The Dark Knight: Oh, HELL yeah!
This has got to be the single greatest summer for comic-to-movie adaptations in history.
MAY: Iron Man. Completely faithful to the source material, great script, and an outstanding performance by Robert Downey, Jr. as Tony Stark. JUNE: The Incredible Hulk. Amazing upgrade of the character from the lackluster Ang Lee film and made us forget that ever happened. Edward Norton became Bruce Banner and the CGI Hulk was as close to realizing the comics version as we'll likely ever get. Which brings us to JULY....and The Dark Knight, the latest and perhaps greatest Batman ever committed to celluloid.
With the buzz already in the stratosphere regarding the late Heath Ledger's portrayal of the Joker (and the re-imagining of the character completely from any previous movie or TV version), it's no small wonder the opening weekend for The Dark Knight took in a record $158 million. After Christopher Nolan's film Batman Begins introduced us to the new way things were going to run in the world of the Caped Crusader, people were hungry for this sequel and they turned out in droves. The terrific thing is, no one was disappointed.
Well, OK, maybe not everyone. There were some minor quibbles over what some fans saw as a less-than-subtle message regarding security in a post-9/11 America. Referring to the Joker as a "terrorist", scenes of people running from exploding buildings, and a should-we-or-should-we-not message about how much invasive surveillance is needed to catch a super-criminal. There were some script irregularities still being argued over dealing with character motivations and continuity. I myself didn't notice anything that detracted from my enjoyment of this excursion in the least, and I appreciated the many nods to the comics stories like "The Killing Joke" and "The Long Halloween".
The Joker is far more dangerous than ever portrayed before (Hannibal Lector-level territory) and, the biggest surprise, how prominently Harvey Dent/Two-Face plays into all this (Aaron Eckhart--his CGI makeup is a gas). The character of Jim Gordon (Gary Oldman) is marvelously handled and the character truly grows into the man we will know as Commissioner.
That's about as far as I dare go for people who haven't seen the film. It's pretty long at two and a half hours, but it screams by before you know it. The Dark Knight has my highest recommendation. (Our own Mike Smith reviewed this film in last week's Movie Review, giving it 4 stars, our highest rating.)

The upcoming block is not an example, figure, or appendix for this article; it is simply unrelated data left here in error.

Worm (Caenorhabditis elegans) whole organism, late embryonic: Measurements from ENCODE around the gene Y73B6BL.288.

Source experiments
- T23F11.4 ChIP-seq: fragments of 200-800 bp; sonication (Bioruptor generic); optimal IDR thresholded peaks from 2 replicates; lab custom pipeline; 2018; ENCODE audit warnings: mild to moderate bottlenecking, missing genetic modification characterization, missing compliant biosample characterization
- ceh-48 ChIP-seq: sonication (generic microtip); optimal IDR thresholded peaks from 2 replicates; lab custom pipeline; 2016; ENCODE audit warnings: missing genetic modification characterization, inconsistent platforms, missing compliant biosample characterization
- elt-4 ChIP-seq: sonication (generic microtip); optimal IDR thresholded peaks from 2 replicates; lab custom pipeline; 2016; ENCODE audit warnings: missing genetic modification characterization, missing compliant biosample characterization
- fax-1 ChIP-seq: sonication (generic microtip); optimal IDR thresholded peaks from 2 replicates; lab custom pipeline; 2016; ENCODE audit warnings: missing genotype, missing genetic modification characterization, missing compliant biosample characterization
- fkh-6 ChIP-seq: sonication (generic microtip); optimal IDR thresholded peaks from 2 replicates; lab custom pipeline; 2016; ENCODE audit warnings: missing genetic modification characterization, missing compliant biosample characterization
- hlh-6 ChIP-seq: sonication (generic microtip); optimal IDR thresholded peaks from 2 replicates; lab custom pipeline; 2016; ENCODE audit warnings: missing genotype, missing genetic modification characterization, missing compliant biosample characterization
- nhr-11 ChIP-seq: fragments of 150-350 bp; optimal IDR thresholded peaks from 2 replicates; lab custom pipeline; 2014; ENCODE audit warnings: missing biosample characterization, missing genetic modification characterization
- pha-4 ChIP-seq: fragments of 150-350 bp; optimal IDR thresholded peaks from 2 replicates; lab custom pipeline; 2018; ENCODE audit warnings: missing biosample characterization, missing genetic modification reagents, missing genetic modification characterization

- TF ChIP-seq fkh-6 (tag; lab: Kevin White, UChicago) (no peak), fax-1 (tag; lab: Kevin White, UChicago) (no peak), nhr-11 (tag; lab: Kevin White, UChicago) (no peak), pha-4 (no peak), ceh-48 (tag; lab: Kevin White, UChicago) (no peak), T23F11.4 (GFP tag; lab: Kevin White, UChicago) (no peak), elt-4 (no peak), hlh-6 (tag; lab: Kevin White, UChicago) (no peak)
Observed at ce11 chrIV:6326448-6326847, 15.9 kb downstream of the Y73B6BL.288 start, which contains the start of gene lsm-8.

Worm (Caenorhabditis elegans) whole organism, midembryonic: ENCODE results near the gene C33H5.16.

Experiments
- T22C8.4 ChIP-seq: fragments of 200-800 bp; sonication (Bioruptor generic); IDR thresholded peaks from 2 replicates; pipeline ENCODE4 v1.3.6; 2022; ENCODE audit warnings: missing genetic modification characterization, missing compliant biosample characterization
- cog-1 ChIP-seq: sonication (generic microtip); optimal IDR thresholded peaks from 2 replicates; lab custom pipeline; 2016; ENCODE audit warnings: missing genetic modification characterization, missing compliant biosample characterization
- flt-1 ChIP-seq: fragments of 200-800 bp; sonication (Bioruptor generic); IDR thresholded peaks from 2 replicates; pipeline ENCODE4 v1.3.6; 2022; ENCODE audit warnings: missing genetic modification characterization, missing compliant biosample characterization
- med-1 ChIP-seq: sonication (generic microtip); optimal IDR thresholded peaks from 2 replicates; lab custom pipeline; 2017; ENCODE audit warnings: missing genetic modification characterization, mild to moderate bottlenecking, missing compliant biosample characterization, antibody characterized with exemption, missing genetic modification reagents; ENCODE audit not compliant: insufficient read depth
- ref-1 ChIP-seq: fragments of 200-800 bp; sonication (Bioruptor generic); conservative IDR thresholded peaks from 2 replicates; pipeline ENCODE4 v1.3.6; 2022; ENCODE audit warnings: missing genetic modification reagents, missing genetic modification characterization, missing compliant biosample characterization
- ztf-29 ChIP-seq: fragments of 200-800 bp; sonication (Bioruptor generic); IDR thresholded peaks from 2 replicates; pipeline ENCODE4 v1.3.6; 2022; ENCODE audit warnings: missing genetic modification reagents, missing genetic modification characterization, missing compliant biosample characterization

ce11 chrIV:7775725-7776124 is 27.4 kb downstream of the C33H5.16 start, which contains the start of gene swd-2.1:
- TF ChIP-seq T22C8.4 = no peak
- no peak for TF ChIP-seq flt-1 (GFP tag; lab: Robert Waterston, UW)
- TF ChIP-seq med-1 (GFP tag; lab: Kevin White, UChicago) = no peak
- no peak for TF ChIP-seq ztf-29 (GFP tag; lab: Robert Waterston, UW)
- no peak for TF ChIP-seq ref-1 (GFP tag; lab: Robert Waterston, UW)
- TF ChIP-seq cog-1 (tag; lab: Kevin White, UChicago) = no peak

THE CASE OF THE RUBBER SUIT AND SHRINKING CHEST EMBLEM
While Batman has been reimagined more times in a shorter period than virtually any other superhero brought to the screen, the one piece of art direction held-over from the Tim Burton films of the late '80s is the molded rubber suit, something I resisted accepting for a long time. The Batman I knew needed neither phony muscles nor any "body armor". Gone are the days where an actor had to bulk-up for a role (e.g., Christopher Reeve for Superman), relying instead on a costume designer to make him an instant muscle-man. And I suppose audiences were deemed too cynical to believe a guy facing constant gunfire would manage to escape unharmed without "body armor"! (But they can believe a billionaire-vigilante, dressed like a bat, with ties to the police department.)
The costume's bat chest emblem is another matter. I could swear that, since the Burton films, there seems to be a plot to slowly eliminate it altogether, maybe seen as not essential since the magnificent profile of the Bat sillouhette is kept intact anyway in pretty much any lighting.
While this is still the goal, I've written no less than five different versions of this piece over the past two days and am not happy enough with any of them to sanction release. If this is going to be taken as gospel, I want it to be accurate.
With so much PCR history to sift through, it turned out to be a bigger project than I thought. I'm still writing the damned thing and it's Friday afternoon. I'm giving up for this week, sorry for any inconvenience this caused. Since so much has gone into it already, I feel confident that the final version should be ready for next week's PCR.